Feast for the Eyes offers taste of food photography through the years

Source: vancouversun.com

Q&A: North Vancouver’s Polygon Gallery’s new exhibit may leave you feeling just a little hungry

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Feast for the Eyes: The Story of Food in Photography

When: March 4-May 30.

Where: The Polygon Gallery, 101 Carrie Cates Ct., North Vancouver


Food is the subject of Feast for the Eyes, an exhibit that features work by more than 60 photographers and artists stretching back more than 100 years. We talked to co-curator Denise Wolff, who is with the New York-based Aperture Foundation, about whether visitors to the upcoming Canadian premiere of the show will feel hungry, who has the best cookbooks and whether this historical perspective on food photography justifies sharing photos of your lunch on social media.

Q: Where did the idea for the exhibit come from?

A: I had been interested in photographs of food for a long time. I had been thinking about a book but I didn’t have an author for it. One day I ran into (photography curator and writer) Susan Bright. I found out she was very interested in food as well. We thought, “We have to do this as a book.” Then we decided that it would be a great exhibition.

Q: Will people leave the show feeling hungry?

A: I don’t know. Sometimes they might feel hungry. Even some things that are quite beautiful don’t always look particularly appetizing. I did gain weight while working on the book. That does tell you something. Looking at photos of food does play into how we’re wired. We can look at food and feel hungry and feel disgusted. It has that power. There’s definitely individual reactions.


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Q: Were there any surprises for you while sourcing these images? Maybe as you were looking at food photography in ads from different periods?

A: I love the ads. By themselves, they were a little less surprising. Seeing things in context, like looking at the commercial photography in the ’70s and seeing how an artist like Stephen Shore was responding to that opened a different way of seeing his work. The Time-Life Foods of the World books with covers that use one dish to represent a whole nation (a soufflé for France) came out around the same time he was photographing (his 1982 book) Uncommon Places. He is working against the aspirational agenda of commercial photography, but still using food as a shortcut for larger ideas about America.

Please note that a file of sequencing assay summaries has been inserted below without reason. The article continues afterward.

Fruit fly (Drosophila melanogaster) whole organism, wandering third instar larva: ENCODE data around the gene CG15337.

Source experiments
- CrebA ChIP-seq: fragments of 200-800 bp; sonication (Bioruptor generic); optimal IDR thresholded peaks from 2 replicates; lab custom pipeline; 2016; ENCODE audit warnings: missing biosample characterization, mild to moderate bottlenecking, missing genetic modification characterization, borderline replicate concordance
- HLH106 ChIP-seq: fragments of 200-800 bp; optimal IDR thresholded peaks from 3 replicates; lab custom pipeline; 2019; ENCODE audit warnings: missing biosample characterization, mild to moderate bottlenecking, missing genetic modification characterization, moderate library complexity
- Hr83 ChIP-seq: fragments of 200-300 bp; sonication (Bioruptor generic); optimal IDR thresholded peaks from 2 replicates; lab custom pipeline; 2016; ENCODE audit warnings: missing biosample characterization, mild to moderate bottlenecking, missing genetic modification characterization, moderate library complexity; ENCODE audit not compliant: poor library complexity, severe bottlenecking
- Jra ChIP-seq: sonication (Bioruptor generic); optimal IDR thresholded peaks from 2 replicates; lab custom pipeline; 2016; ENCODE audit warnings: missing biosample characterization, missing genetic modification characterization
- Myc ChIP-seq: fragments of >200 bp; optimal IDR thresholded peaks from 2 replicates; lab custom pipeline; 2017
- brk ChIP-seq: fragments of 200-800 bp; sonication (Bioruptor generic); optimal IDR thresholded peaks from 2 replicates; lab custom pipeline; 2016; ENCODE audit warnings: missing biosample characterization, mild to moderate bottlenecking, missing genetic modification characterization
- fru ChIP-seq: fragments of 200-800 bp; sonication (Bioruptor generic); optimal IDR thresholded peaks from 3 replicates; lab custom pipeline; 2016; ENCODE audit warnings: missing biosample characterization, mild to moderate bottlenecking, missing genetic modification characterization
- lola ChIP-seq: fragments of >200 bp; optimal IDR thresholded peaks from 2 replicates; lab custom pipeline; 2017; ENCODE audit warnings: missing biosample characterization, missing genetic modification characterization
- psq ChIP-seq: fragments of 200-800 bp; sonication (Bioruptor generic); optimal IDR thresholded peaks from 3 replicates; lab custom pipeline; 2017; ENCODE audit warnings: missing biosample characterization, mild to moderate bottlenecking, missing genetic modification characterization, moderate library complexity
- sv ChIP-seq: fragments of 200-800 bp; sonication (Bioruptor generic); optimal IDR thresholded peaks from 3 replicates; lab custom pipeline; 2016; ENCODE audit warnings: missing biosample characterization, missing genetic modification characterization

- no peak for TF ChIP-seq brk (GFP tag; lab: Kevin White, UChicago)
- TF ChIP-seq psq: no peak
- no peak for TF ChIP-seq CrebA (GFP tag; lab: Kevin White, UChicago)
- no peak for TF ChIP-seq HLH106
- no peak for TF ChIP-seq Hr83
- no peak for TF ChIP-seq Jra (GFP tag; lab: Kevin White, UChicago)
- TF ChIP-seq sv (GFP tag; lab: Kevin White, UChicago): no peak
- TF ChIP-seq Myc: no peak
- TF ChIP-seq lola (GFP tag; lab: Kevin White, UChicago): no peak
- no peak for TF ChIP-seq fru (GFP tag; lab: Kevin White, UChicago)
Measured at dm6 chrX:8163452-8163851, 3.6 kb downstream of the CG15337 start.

There’s something about seeing it all together and realizing how much reverberates between pop culture and high culture. I think that comes out in the show. And also looking at how food has been photographed over time, you realize that one day our ideas about food and photographs of it will be vintage as well.

Ouka Leele’s Peluquería, Limones (1979) is part of the Feast Your Eyes exhibit at the Polygon Gallery. Photo by Courtesy, Ouka Leele

Q: The exhibit includes a selection of cookbooks, local and from other parts of the world. Who has the best ones?

A: I really think the Germans take the cake, literally. The German baking cookbooks after World War I are particularly impressive. Coming out of food rationing and shortages, and even sometimes when ingredients like sugar and eggs aren’t yet widely available, they’re publishing gorgeously illustrated cookbooks of cakes and elaborate confections in colour. These were clearly meant to be something to dream about returning to after the war, a way of re-establishing culture, rather than practical or home use. They’re beautiful volumes, unbelievably made, some over a foot tall. The Süsse Kunst Neuzeitliches Schaffen in der Konditorei (Sweet Art. Modern Creations in Confectionary) from 1930 is not to be missed.


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Q: Social media types sometimes get blasted for posting pictures of their meals. Does this exhibit give meaning to this behaviour?

A: I think this exhibit is very Instagrammable! Instagrammers will see that photographing and sharing photographs of food has been going on since photography started. Just as food is social so are pictures of food. Food on Instagram is very interesting. More people are concerned about how food looks, not for those consuming the food, but for an audience consuming pictures of food. This is an interesting shift. It’s more for public consumption, akin to publishing or advertising.

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